There is really more than one question here: one is whether identifying a chemical requires the ability to make it; the other is whether the UK can reliably identify Russia as the manufacturer of the nerve agent.
The first question has a simple answer: there are plenty of known chemical structures that chemists don't know how to make, yet. This is common in natural products where chemicals are extracted from animals or plants and fully structurally characterised long before good mechanisms are found to synthesise them in a laboratory. So you don't need to be able to make something to know what it is.
But this is mostly irrelevant to the question of whether only the Russians can make Novichock agents. Not least because we know they have been made by others. But also because nerve agents are relatively simple chemicals and are easy to make (though not easy to make without killing everyone in the lab as a byproduct of the synthesis).
Chemical identification of a Novichock agent cannot possibly tell us where it was made: the chemistry can't tell us where the ingredients came from. The UK's portion down scientists have stuck to this line in statements.
This has led some to conclude that the evidence doesn't point to Russia. As does the fact that the alleged Russian work on the agents was never confirmed independently (other than the fact that others have confirmed that the recipes leaked by defectors actually work). But the allegation that this is some sort of false-flag conspiracy to damage Russia's image makes no sense. Firstly the development of nerve agents would be top secret and no government would blab about it in public. So we wouldn't expect the Russians to admit they had ever made or stockpiled the agents. Moreover, we would expect the western agencies to follow up the intelligence they had by both synthesising, testing and developing better ways to combat them. They wouldn't be doing their job if they hadn't. And we wouldn't be safe from hostile foreign powers.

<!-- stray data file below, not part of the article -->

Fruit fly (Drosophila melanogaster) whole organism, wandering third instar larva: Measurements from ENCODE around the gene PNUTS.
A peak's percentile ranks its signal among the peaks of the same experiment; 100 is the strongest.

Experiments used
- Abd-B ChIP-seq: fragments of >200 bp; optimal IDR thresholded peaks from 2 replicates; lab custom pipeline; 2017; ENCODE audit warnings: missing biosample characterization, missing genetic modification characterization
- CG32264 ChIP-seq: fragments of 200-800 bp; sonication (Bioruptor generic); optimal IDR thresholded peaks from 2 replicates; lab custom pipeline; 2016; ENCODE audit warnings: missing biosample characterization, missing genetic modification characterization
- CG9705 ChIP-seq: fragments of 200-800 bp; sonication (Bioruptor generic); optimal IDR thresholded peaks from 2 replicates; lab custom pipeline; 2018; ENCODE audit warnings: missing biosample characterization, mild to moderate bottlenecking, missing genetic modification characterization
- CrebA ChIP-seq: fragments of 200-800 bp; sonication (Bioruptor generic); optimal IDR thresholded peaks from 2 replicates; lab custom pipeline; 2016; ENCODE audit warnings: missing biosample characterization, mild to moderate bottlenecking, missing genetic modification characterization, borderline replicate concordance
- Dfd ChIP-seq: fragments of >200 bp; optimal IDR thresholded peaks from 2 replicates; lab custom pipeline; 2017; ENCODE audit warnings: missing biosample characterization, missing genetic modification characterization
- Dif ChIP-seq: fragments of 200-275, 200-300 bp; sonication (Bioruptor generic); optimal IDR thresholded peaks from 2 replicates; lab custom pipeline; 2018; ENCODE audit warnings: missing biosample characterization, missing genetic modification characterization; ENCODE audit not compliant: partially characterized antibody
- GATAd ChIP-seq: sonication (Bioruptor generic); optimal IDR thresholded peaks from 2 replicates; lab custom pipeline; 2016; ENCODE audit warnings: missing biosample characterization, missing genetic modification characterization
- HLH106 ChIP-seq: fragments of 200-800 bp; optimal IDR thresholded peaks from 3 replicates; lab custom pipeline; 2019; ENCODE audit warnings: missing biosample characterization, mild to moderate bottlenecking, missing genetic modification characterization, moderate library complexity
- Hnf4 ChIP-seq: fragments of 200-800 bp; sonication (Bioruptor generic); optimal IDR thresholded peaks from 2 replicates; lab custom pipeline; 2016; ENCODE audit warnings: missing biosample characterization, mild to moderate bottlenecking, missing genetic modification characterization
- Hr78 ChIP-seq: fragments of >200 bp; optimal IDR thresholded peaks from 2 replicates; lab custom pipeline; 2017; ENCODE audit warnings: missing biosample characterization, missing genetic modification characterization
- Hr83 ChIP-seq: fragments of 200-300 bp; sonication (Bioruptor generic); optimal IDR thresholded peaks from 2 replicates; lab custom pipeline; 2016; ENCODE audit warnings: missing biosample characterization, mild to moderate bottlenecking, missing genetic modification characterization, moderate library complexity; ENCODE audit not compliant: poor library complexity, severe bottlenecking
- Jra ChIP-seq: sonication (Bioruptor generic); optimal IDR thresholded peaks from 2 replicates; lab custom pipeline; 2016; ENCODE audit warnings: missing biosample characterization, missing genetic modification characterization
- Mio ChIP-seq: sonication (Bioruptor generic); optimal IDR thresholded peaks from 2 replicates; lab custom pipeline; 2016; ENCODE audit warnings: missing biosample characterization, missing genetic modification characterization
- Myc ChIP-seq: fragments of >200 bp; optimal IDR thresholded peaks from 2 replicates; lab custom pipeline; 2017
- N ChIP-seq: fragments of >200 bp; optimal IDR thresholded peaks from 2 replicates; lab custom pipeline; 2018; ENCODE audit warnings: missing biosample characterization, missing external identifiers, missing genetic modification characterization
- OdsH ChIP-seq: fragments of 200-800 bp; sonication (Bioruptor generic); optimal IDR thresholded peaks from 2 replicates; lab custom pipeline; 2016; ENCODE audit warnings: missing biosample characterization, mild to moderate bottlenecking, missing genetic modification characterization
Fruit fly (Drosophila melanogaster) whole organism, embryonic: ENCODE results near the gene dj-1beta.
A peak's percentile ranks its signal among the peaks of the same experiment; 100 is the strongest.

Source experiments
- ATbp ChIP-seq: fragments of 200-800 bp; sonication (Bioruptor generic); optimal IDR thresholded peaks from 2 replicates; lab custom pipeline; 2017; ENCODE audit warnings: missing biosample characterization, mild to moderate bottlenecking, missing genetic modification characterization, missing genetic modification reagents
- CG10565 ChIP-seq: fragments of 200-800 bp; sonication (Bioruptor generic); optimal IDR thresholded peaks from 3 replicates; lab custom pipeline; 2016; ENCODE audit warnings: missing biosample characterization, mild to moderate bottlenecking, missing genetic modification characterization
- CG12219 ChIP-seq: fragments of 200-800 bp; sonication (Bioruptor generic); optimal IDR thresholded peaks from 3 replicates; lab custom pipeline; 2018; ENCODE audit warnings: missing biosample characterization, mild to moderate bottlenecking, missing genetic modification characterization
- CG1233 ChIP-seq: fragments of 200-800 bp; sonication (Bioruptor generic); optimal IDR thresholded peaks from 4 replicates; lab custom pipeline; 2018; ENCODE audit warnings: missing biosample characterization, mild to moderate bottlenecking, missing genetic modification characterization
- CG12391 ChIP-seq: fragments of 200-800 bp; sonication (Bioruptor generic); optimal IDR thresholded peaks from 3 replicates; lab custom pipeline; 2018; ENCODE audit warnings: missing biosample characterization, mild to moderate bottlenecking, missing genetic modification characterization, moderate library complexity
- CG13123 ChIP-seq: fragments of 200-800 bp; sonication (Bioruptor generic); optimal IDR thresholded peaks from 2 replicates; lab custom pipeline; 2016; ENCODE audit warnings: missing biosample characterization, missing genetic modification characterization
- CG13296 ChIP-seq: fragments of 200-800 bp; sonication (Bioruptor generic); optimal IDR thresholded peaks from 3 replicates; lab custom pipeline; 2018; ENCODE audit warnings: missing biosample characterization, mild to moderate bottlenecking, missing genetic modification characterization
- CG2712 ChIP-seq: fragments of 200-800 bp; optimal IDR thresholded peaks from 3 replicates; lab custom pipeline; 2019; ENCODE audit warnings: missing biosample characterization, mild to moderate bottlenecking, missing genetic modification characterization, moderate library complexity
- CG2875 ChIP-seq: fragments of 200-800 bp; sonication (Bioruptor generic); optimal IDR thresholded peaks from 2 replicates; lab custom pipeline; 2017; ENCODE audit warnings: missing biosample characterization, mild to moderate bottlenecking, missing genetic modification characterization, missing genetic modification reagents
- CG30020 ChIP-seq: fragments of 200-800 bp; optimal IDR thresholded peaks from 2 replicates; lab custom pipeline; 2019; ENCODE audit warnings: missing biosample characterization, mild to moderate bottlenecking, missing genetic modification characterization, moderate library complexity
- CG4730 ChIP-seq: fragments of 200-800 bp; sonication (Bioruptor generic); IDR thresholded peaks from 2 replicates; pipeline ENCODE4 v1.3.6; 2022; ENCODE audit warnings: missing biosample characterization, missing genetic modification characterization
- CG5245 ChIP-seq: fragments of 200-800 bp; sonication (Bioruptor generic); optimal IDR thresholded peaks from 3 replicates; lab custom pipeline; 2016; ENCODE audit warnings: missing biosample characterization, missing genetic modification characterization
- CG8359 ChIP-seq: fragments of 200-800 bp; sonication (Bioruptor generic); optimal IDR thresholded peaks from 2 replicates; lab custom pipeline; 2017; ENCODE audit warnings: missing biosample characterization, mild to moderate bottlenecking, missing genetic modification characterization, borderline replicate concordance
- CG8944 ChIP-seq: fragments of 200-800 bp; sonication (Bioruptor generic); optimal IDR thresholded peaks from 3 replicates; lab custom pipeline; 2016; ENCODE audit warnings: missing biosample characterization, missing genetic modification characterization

So we should discount media simplifications that claim only the Russians could make them. But that isn't the point. We have good intelligence that they did research them and probably made stockpiles of them during the Cold War. So they have the expertise to handle them and use them. Some of the conspiracy theories allege that any competent chemist could have made them so why blame the Russians? But this ignores the issue of skill. Making a nerve agent isn't hard: not killing yourself in the process is very hard, deploying the agent is probably even harder. And it was the Russians who developed the agents and worked out how to deploy them. This matters, but conspiracy theorists have focussed on the ease of synthesis and ignored the extra expertise required to avoid death for all involved. They don't seem to understand chemistry: It takes large amounts of government investment to get that expertise.
So chemistry doesn't provide proof. But the chemical expertise to make and use the agents is held only by a very small number of players and the only one with a motive is Russia.
In short the key issue isn't chemistry but the expertise with particular chemicals. Plus the motivation to commit the act. The media should not claim that chemistry alone is definitive in fingering Russia, but the known-expertise plus history plus motivation makes a strong case.
Simple answers dealing with the chemistry out of context have already been widely appropriated to promulgate conspiracy theories about the Salisbury attack. Here is some of the context. Please ignore if you just want to stick with chemistry.
The real evidence that the Russians are the most likely suspect is a combination of the fact that they developed the agents (and therefore have the expertise required to work with them) plus the clear motivation they have to use them: it sends a strong signal that discourages defectors and opponents of the Russian government. They don't want to admit they did it but they want other defectors to know they did it. And they have form. A decade ago they used polonium 210 to kill another defector in London (unlike simple chemicals, polonium leaves a trace of radioactive debris that pointed very clearly to who used it as did the fact that only a very small number of countries can make it in the first place).